“With baby boomers, it was about testing limits and boundaries,” said Cam Brensinger, CEO of Nemo Equipment. “With millennials, it’s more about enjoying and sharing the experience. We want to support all kinds of adventure — you can be in a non-freestanding tent or a rectangular bag.”

This all means that today’s camping gear has to be versatile. A quick example from Kelty’s new “Built to Wander” collection is a rollup tote for one of its camping chairs that doubles as a firewood carrier or other gear. “It’s a super simple, well-built product that isn’t super gadgety or gimmicky,” Greene said.

Photo courtesy Kammock

Photo courtesy Kammok

Versatility also allows for adventures on the go, said Kammok Founder Greg McEvilly. “The outdoors are becoming more integrated in our daily life rather than just a weekend warrior. We’re fitting more activities from nine to five.”

“There’s also more aesthetic and style,” in camping gear these days, Greene said. “Consumers want that touch of cool that looks good, but should never question whether it will work.” Just like in apparel, heather tones and more muted colors are replacing the bright colors and sporty looks in outdoor gear. And prints are in for hardgoods — just check some of out Big Agnes’ new 2017 tents for a preview.

But are the Party Tents Selling?
No doubt there’s plenty of buzz surrounding the larger tents — or we’re seeing plenty of so-called modular tents that can connect together via oversized vestibules for a hotel suite effect — but are retailers and consumers buying?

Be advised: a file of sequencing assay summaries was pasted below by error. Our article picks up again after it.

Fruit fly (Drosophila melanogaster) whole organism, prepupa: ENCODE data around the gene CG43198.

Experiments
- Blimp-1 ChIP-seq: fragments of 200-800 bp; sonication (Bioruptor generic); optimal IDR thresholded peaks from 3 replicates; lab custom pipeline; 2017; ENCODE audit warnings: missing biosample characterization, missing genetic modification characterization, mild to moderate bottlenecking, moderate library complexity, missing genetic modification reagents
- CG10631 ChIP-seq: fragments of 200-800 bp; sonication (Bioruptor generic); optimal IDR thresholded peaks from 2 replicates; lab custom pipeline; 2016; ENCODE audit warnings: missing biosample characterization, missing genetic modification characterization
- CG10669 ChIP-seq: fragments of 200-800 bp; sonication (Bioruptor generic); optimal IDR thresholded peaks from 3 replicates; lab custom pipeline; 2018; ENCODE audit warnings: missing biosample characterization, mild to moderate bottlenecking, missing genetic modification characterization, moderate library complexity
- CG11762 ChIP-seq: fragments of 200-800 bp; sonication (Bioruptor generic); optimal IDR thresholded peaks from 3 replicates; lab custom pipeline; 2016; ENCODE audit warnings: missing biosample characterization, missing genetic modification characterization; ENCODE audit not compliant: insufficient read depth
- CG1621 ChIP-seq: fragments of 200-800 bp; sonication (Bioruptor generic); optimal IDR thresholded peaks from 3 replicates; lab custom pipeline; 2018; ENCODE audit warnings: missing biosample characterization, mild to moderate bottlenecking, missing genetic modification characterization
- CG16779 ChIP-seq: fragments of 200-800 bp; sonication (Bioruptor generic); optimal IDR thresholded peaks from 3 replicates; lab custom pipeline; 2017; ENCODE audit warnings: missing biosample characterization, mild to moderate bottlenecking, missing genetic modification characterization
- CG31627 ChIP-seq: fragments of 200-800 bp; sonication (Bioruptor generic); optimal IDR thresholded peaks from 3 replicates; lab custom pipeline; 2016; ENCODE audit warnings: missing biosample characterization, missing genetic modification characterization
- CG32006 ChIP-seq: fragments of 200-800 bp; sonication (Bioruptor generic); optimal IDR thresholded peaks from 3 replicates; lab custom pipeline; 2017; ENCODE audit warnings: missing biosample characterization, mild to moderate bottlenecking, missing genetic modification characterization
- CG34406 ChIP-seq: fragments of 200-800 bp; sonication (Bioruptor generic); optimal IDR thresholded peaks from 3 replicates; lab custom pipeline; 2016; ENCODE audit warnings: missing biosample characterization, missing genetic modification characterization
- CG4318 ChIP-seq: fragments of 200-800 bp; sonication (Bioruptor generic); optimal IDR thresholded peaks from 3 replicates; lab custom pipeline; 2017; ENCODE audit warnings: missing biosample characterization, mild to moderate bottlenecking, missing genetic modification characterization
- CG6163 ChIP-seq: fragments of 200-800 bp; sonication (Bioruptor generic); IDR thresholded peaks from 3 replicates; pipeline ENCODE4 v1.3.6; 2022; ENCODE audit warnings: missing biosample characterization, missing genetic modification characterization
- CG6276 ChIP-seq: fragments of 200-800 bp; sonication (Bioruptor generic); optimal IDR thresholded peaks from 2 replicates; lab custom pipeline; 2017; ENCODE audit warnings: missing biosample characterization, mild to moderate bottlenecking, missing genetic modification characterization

“The industry could be out ahead of the market a bit,” Brensinger at Nemo admitted. “I don’t know if consumers are trained yet to go to REI or a specialty retailer for a fun/social camping experience. There’s been this paradox that if a tent is larger in size or your sleeping bag is rectangular, then it should be cheap and you buy it at a big-box store.”

That being said, Brensinger thinks the market is catching up, and for once, he added, it’s nice for the outdoor industry to be ahead of the curve.

And there are nuances. While sales data might suggest that backpacking tents are still outperforming larger social or family-camping tents, Leonard at Eureka pointed out that backpacking tents get in tariff-free, while those bigger car-camping tents do not.